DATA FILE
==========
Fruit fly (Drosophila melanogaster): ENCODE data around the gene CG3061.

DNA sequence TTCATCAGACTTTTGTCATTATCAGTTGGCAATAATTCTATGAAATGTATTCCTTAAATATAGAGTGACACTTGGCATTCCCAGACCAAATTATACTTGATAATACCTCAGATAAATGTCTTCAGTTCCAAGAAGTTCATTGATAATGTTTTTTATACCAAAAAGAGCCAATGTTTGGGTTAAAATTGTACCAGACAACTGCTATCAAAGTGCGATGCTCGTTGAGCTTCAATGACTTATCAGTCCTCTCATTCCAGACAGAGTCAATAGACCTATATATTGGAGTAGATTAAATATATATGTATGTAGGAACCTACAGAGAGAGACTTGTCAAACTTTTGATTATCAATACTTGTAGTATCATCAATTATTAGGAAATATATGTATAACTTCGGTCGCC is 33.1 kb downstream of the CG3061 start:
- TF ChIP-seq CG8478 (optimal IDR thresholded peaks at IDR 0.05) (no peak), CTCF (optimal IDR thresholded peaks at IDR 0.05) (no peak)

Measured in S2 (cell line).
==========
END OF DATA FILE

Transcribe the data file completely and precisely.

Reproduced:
Fruit fly (Drosophila melanogaster): ENCODE data around the gene CG3061.

DNA sequence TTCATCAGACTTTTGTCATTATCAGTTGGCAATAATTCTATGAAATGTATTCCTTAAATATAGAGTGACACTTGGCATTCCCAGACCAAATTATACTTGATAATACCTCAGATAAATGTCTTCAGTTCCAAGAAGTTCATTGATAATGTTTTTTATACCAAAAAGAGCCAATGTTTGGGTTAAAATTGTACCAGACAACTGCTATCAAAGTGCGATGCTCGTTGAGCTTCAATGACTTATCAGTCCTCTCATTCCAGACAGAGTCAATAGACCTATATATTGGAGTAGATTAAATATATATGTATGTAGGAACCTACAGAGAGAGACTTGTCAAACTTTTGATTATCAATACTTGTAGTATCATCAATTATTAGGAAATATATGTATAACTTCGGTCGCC is 33.1 kb downstream of the CG3061 start:
- TF ChIP-seq CG8478 (optimal IDR thresholded peaks at IDR 0.05) (no peak), CTCF (optimal IDR thresholded peaks at IDR 0.05) (no peak)

Measured in S2 (cell line).